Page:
dear 'anonymous'...thank you for the 'rant'....horses are 'livestock'...do we keep them in our homes or back yards as pets...i think not...americans in particular have a mental mindset to baby animals they see as 'helpless', from kittens, to deer, to mountain lions, to horses...this is ridi culous..there are plenty of horse owners who would fall on their knees and thank god that there was a place for their horses they can no longer AFFORD to 'baby' and FEED to be humanely disposed of instead of abandoning them alongside highways as they do here in tx. apaches would ride a horse or mule until it dropped, then eat it to keep surviving...and, there are MILLIONS of people on this planet who find it nutritious and tasty... and, what in the hell good are the thousands of scraggly, stunted, misbred 'wild' horses in this country doing running 'free' on native american acreage...they cant really be rehabilitated in useful animals because they are small, scraggly, and generally mean...
chahta ohoyo
Anonymous's picture
As horse breeders, trainers, and showers, my wife and I have a deep respect and understanding for the desire to provide every horse with a full life and peaceful death. We have done our best over the years to assure this for our animals. We also have seen the dark side of horse country and will attest to the need for humane slaughter of animals who cannot or will not be cared for properly. As we have seen, prohibiting slaughter in the US does not prevent slaughter, it only forces it into countries where the US has no control over the standards and procedures by which it is done. I often wonder if those opposing humane slaughter have witnessed the pain and agony of natural death, particularly in the wild. It is not pretty and it is far from humane. It is a scientific certainty that the feral horse population on the Yakama Reservation eventually will exceed its forage base; widespread famine, disease, and starvation will follow. Given the choice between an agonizing death and a quick bolt in a facility regulated to maintain humane treatment, any responsible horse owner knows what he or she would do. The Humane Society should know better, as well.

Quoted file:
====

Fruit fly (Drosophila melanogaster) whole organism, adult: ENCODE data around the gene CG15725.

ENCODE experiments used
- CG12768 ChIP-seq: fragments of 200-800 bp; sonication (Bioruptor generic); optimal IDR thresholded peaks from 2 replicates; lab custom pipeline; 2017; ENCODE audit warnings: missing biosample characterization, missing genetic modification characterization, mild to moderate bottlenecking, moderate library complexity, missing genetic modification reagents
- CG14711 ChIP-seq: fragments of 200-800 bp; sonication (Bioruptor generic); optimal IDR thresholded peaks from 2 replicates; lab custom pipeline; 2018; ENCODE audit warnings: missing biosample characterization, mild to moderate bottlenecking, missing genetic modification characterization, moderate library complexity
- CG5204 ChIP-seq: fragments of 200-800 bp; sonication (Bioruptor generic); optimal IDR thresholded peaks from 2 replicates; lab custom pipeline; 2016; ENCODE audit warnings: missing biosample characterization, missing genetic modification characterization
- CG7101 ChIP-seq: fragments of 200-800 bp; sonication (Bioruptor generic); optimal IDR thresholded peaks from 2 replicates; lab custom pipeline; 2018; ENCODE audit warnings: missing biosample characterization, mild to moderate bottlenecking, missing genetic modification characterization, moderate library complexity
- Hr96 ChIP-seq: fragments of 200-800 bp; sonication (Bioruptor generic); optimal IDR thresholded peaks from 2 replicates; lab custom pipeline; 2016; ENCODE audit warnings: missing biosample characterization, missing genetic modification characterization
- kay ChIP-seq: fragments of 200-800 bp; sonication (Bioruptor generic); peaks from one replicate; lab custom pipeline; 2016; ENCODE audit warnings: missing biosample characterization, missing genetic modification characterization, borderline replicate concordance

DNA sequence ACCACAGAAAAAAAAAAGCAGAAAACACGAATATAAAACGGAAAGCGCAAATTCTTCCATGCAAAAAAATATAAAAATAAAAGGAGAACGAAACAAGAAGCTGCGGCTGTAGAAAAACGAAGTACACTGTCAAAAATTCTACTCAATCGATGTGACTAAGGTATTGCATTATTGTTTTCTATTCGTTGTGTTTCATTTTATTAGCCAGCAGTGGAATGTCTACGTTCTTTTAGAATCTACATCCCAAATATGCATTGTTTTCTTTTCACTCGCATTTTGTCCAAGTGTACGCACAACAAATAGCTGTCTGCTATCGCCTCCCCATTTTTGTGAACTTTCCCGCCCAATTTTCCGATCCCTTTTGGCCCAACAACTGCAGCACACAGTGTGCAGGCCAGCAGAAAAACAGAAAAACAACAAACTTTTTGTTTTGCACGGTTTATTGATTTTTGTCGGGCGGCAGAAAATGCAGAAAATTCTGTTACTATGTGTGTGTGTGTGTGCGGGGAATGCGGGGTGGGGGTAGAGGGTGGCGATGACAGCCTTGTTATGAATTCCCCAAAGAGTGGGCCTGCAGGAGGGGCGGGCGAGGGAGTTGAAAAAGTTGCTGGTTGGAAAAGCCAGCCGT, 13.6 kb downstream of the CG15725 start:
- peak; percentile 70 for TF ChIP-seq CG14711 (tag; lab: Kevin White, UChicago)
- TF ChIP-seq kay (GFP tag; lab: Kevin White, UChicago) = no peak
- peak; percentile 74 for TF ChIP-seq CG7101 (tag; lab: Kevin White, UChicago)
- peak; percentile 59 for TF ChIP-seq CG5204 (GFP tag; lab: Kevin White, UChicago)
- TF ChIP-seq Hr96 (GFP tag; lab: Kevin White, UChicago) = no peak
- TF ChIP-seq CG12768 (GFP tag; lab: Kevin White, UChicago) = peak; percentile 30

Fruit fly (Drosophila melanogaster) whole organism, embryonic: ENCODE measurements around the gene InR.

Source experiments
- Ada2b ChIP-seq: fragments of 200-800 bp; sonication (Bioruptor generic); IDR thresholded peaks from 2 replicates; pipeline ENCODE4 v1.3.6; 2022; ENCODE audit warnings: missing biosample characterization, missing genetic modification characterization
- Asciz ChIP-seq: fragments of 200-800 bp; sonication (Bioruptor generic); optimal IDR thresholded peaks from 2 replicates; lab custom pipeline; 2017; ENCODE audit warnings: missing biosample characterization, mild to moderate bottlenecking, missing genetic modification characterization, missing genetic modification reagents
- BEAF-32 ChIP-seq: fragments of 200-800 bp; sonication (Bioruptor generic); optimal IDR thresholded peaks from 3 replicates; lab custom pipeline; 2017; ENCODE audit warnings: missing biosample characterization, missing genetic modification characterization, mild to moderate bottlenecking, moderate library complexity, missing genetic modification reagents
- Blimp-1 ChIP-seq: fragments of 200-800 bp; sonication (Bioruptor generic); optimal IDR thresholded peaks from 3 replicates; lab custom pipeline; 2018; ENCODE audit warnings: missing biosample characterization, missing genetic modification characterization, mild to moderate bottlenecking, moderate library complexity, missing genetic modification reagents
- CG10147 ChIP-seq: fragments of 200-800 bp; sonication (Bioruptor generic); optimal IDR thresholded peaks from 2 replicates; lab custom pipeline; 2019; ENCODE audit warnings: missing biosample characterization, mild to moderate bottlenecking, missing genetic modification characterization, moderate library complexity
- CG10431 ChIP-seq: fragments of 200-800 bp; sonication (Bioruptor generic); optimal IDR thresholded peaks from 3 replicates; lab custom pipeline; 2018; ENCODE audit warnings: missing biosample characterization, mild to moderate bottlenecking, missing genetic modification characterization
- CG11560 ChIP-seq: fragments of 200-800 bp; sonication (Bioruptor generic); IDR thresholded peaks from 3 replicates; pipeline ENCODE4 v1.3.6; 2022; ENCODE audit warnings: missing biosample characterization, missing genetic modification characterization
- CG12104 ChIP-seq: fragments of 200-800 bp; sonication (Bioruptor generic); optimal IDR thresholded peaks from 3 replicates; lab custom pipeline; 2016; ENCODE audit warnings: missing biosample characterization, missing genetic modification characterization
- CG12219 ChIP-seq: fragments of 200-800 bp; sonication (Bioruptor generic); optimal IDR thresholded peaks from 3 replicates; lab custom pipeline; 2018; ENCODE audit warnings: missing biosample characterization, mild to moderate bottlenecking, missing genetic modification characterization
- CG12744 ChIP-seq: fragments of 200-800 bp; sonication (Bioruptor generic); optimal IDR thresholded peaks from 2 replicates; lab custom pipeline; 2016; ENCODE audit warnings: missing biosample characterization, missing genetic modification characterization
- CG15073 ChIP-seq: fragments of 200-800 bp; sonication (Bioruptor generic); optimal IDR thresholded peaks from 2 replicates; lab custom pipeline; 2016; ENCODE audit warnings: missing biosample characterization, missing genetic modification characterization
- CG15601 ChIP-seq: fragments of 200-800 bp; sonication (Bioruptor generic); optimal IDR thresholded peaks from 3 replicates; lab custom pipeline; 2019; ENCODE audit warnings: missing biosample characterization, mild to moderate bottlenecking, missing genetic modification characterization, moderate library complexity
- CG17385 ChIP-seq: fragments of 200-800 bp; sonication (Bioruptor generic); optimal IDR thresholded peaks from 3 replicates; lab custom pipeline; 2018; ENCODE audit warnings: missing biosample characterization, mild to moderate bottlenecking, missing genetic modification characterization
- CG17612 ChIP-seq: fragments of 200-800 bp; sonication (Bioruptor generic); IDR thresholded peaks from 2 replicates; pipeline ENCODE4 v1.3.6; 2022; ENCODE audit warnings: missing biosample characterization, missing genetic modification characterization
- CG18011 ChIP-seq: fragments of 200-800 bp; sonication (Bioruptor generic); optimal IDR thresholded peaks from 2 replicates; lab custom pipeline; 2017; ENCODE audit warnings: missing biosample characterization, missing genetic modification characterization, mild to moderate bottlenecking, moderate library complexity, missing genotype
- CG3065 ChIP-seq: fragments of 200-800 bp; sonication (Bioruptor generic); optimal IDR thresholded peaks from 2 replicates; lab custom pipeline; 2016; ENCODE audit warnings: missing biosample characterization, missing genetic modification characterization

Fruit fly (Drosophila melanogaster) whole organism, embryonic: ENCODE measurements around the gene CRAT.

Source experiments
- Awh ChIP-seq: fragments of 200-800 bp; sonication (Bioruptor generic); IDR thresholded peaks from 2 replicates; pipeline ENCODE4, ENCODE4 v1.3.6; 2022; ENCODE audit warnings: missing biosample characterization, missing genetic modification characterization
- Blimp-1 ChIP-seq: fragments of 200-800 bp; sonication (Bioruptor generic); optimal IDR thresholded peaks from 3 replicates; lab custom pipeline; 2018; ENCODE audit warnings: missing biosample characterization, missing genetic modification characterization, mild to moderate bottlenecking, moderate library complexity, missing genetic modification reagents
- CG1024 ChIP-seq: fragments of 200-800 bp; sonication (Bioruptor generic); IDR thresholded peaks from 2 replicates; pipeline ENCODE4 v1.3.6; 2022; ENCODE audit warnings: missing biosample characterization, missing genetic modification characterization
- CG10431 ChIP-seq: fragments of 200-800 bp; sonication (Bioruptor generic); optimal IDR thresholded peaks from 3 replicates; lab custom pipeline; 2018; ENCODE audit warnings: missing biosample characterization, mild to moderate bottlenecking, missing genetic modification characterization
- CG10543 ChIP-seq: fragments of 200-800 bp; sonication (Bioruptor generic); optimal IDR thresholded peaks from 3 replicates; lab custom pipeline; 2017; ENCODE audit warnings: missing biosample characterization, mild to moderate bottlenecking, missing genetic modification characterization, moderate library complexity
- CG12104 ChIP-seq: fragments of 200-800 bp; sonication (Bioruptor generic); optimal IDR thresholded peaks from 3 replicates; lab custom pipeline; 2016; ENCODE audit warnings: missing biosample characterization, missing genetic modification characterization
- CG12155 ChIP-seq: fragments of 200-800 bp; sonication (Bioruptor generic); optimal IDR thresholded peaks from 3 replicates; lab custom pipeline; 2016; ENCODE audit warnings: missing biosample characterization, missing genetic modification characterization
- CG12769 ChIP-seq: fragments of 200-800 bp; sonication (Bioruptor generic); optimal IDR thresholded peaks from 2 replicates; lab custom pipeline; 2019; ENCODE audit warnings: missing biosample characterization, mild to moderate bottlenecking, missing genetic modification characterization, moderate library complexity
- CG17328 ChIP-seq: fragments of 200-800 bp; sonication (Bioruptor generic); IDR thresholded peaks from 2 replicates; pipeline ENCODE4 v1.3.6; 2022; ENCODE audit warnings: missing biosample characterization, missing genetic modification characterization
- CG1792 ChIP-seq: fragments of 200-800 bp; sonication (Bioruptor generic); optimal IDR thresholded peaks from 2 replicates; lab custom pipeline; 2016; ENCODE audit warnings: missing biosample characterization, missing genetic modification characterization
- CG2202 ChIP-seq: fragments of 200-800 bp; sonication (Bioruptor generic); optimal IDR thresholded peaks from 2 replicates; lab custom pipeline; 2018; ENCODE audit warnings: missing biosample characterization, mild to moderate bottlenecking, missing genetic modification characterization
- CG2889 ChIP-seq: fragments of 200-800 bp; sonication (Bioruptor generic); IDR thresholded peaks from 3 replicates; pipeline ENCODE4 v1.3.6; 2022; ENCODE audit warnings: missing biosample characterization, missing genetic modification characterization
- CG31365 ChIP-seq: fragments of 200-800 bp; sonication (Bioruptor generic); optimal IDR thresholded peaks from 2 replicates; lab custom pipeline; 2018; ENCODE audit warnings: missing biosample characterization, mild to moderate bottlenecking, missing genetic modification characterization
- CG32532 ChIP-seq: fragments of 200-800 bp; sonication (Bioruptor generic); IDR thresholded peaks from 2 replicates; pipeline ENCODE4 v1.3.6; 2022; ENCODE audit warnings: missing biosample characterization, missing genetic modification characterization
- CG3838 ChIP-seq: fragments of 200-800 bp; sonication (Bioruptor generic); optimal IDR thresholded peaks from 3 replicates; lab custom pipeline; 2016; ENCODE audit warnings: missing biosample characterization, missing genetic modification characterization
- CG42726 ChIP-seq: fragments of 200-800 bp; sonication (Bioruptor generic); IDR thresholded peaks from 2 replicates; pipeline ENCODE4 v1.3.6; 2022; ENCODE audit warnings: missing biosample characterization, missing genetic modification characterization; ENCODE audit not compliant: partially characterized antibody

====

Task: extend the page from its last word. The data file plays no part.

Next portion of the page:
Anonymous's picture
The majority of people in the US and NM oppose horse slaughter so I am not sure who you speak on behalf of. Horse slaughter plants in the US were closed for a number of reasons including environmental, equine welfare, and criminal violations and nothing has changed. The USDA even recognizes the dangers of horse meat to our food supply and foreign consumers and have included the following in the FY 2014 budget that defunds horse meat inspections.The below language is on page 197 of the Department of Agriculture Appendix. SEC. 725. None of the funds made available in this Act may be used to pay the salaries or expenses of personnel to-(1) inspect horses under section 3 of the Federal Meat Inspection Act (21 U.S.C. 603); (2) inspect horses under section 903 of the Federal Agriculture Improvement and Reform Act of 1996 (7 U.S.C. 1901 note; Public Law 104127); or (3) implement or enforce section 352.19 of title 9, Code of Federal Regulations. You talk about feral horses and many of those who support horse slaughter claim that these horses have been dumped on Indian lands. If that is the case, then there isn't any way you can guarantee that they are drug free. Also, what are the other uses and their impacts of the lands you are referring to? FYI - Bute is a permanently banned substance in food animals. That means no withdrawal period and that is one of several hundred permanently banned substances in food animals that are routinely given to horses. Horses in the US are not regulated or raised as food animals in the US and are routinely given drugs, chemicals and treatments that are permanently banned substances in food animals. Reopening horse slaughter plants in the US when the USDA has less funding is only going to adversely affect the inspection of foods that Americans do eat. It would be insane for our leaders and legislators to ignore the environmental, food safety, equine welfare and criminal violations inherent in the horse slaughter industry simply to provide a convenient disposal of horses.